Re:- Wedgies on Abbot Point Rail and Road
We are both referring to the same area here, and probably the same birds.
Maybe I could have been more specific with my English in the "Drongo" story, but
lets face it, it is a story and not a report. I'd say that was another late
night compilation and probably way past my bedtime.
Yes, they were fighting, not actually aimed at each other, but in a harassing
mode in an effort of competition to get onto the carcass. They could have been
more hungry than the ten you observed waiting for their turn to feast. What I
did note though, and which detail I didn't include in the story, was that they
were not all fighting simultaneously to get to the food. There was only ever
bird on top of the carcass. A couple would try and stealth up to steal a bite,
then the dominant bird would react with screams and wings outstretched and with
an aggression that could kill. It was enough to set the others reeling and
wheeling away. There was never any mass "talloning" or biting etc between the
group. Just looked like a squabble over dinner. There would always be a couple
or three that would wait patiently nearby.
Hope that helps clarify the scene.
From: Jon Wren
Sent: Monday, 7 June 2004 12:07
To: ; Birding-aus; Colin Driscoll
Subject: Wedge Tailed Eagle feeding or fighting?
I recall watching a Pacific Baza delicately consuming a phasmid during a
visit to Black Mountain Road at Kuranda.
On another interesting note. Recently at Abbot Point I counted 10
Wedge-tailed Eagles settled near or on a wallaby carcass between the rail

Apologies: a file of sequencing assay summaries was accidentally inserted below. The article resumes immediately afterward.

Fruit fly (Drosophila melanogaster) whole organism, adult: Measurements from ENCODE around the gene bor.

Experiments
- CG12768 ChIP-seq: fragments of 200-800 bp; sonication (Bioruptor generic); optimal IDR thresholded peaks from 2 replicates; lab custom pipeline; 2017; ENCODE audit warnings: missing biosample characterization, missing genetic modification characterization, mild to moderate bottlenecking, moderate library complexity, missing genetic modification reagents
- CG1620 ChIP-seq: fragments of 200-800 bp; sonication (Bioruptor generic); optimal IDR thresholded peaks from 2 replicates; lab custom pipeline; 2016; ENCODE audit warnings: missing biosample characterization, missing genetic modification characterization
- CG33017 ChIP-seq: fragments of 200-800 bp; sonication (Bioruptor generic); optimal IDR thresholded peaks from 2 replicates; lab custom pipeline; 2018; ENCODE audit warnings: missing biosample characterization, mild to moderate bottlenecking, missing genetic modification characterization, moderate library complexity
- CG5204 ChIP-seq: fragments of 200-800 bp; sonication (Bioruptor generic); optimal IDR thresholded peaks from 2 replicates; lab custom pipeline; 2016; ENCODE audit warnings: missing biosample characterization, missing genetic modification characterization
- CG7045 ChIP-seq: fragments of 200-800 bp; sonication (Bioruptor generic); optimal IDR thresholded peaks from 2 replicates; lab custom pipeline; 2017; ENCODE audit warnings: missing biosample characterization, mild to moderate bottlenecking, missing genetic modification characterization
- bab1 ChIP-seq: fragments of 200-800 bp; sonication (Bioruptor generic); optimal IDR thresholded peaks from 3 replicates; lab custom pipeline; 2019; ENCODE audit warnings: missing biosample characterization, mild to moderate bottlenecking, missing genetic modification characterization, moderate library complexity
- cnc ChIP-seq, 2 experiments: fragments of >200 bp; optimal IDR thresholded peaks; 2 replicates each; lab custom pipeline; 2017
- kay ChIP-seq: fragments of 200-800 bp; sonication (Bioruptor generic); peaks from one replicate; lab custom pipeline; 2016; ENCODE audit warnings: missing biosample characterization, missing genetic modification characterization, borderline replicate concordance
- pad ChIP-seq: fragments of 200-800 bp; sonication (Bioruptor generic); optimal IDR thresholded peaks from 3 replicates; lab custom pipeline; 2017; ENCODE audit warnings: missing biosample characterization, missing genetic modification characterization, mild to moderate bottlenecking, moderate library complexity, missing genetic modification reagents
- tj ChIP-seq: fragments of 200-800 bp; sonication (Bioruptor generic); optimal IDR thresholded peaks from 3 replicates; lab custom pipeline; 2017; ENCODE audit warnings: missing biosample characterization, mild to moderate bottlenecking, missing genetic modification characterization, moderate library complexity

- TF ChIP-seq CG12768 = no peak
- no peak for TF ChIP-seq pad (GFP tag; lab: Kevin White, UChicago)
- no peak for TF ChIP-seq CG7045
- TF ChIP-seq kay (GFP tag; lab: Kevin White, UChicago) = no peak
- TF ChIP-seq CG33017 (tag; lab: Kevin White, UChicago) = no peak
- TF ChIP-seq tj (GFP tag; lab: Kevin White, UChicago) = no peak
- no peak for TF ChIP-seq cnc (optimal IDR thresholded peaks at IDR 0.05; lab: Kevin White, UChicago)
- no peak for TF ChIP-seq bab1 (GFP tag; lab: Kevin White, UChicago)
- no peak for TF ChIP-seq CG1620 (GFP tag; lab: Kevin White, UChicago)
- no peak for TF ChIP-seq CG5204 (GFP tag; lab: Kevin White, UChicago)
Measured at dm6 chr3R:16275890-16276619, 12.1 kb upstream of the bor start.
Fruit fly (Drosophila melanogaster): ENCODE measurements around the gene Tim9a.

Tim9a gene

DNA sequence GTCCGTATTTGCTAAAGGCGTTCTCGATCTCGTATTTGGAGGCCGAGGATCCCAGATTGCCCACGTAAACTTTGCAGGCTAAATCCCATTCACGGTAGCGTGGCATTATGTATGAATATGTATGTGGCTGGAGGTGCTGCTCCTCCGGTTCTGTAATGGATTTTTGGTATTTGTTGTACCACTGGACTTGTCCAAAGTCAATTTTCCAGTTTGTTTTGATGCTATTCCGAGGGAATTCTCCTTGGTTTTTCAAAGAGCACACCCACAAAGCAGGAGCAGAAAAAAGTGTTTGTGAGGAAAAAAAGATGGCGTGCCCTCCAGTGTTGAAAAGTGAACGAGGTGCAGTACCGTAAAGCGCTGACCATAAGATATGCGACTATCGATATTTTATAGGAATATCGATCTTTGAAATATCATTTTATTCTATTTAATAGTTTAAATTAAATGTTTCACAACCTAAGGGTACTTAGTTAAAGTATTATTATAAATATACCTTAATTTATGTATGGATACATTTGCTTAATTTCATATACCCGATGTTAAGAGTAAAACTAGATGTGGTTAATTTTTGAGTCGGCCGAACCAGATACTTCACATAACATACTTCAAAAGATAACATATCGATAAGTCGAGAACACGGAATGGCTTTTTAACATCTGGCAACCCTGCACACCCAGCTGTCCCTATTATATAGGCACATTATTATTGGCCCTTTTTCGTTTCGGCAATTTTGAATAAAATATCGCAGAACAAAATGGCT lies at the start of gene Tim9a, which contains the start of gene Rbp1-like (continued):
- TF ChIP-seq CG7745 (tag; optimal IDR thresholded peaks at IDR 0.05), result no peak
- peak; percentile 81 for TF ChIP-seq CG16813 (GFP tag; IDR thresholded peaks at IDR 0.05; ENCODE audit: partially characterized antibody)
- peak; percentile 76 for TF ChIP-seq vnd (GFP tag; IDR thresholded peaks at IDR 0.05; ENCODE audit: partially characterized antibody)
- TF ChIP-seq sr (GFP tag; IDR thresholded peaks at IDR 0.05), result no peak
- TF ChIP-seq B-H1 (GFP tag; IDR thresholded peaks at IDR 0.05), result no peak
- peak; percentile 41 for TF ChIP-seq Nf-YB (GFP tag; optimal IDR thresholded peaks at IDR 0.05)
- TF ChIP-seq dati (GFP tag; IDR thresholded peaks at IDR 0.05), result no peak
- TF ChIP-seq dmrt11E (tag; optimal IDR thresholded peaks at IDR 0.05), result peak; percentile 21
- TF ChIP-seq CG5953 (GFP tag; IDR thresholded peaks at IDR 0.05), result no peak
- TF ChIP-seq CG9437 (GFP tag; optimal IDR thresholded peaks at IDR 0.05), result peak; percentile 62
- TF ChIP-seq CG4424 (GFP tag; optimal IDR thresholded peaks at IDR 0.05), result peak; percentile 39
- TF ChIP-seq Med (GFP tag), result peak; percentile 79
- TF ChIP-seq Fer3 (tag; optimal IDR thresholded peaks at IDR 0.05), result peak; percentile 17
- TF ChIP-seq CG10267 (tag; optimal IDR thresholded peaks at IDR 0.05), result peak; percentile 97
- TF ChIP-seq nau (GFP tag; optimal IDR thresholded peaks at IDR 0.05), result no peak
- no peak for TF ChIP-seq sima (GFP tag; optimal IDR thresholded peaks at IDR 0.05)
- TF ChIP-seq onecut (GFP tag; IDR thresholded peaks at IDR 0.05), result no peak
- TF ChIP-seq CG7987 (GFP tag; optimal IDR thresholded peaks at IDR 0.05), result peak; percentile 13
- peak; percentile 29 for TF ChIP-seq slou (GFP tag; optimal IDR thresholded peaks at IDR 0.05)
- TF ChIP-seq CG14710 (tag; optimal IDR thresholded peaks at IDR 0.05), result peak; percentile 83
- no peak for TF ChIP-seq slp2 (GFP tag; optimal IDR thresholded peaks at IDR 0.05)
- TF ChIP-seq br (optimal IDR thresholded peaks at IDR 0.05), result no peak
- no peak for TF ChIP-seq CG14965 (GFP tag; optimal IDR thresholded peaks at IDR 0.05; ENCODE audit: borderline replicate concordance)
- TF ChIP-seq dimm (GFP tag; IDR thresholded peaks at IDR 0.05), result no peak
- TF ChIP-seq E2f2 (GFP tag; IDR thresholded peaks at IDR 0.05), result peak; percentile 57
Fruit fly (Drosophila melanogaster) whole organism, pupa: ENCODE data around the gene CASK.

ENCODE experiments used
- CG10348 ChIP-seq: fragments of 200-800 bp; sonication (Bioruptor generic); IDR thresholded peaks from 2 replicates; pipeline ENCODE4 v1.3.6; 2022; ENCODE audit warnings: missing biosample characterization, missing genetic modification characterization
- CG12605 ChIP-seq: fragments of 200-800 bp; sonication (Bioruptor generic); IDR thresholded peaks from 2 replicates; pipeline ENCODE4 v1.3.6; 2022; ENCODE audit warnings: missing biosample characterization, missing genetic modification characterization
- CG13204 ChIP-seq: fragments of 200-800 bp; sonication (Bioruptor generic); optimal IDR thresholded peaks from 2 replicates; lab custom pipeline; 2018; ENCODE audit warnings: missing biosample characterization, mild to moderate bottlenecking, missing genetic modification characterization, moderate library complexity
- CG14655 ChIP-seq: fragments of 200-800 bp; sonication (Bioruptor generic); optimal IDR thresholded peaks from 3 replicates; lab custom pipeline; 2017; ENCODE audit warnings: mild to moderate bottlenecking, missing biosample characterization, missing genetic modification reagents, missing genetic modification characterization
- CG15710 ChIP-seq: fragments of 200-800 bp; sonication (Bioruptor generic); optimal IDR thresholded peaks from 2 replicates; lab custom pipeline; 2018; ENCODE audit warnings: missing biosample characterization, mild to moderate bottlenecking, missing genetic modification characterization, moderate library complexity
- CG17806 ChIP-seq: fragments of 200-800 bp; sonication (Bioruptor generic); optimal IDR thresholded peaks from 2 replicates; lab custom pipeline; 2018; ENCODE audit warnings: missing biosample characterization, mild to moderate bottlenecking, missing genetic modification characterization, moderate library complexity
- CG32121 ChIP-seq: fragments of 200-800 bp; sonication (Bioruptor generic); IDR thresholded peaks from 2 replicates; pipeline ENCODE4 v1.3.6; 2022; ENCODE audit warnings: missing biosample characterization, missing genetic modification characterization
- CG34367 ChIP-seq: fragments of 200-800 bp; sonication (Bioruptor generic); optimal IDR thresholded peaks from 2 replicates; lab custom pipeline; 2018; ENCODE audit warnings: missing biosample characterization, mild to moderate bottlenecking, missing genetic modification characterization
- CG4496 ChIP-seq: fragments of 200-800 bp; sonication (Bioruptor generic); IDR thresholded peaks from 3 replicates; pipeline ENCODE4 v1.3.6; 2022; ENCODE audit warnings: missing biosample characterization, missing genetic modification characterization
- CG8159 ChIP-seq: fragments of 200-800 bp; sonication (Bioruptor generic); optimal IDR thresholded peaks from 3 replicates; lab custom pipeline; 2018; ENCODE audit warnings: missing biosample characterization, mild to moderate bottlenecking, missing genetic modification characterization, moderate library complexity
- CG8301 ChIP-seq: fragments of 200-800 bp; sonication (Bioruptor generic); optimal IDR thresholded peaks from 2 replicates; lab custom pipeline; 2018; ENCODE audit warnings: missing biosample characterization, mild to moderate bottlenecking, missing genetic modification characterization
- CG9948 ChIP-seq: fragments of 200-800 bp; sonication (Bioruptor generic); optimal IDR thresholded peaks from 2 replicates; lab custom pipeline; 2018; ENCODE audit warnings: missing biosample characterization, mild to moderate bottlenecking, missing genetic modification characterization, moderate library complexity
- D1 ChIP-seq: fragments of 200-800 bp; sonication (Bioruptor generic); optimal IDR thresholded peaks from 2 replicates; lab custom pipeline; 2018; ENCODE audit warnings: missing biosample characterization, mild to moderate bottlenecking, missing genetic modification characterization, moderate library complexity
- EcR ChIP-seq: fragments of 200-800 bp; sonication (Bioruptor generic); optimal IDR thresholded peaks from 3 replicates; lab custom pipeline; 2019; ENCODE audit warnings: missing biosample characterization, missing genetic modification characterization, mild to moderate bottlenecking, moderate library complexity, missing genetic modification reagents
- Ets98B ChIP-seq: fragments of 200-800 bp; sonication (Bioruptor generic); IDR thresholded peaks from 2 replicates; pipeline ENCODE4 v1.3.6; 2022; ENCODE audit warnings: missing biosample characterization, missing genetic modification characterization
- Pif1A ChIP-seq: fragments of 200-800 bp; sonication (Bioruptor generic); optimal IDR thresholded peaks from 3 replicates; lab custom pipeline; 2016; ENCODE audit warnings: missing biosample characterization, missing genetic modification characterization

track. One bird was feeding while the others seemed to be waiting for there
turn at the morsel only to be eventually disturbed by a train. As we were
unloading the train was travelling at 1 kph which allowed good observation
conditions in a mobile hide.
Chris and Len Ezzy reported in "The Drongo" No 72 May 2004 (Newsletter of
the Townsville Region Bird Observers Club) "On a private road and rail
corridor to Abbot Point, we witnessed six Wedge-tailed Eagles fighting over
a roo carcass on the railway line which runs parallel to the road."
I would be interested in any observation by others of feeding Wedge tailed
Eagles. When you use the term "fighting" is it actually describing fighting
between birds or similar activity to say a pack of vultures feeding on a
carcass, which seems more like every bird for itself. I have never witnessed
Wedge-tailed Eagles fighting but seemingly following some form of pecking
order. Abbot Point has a high number of road a rail kill hence the high
number of birds observed in the vicinity.
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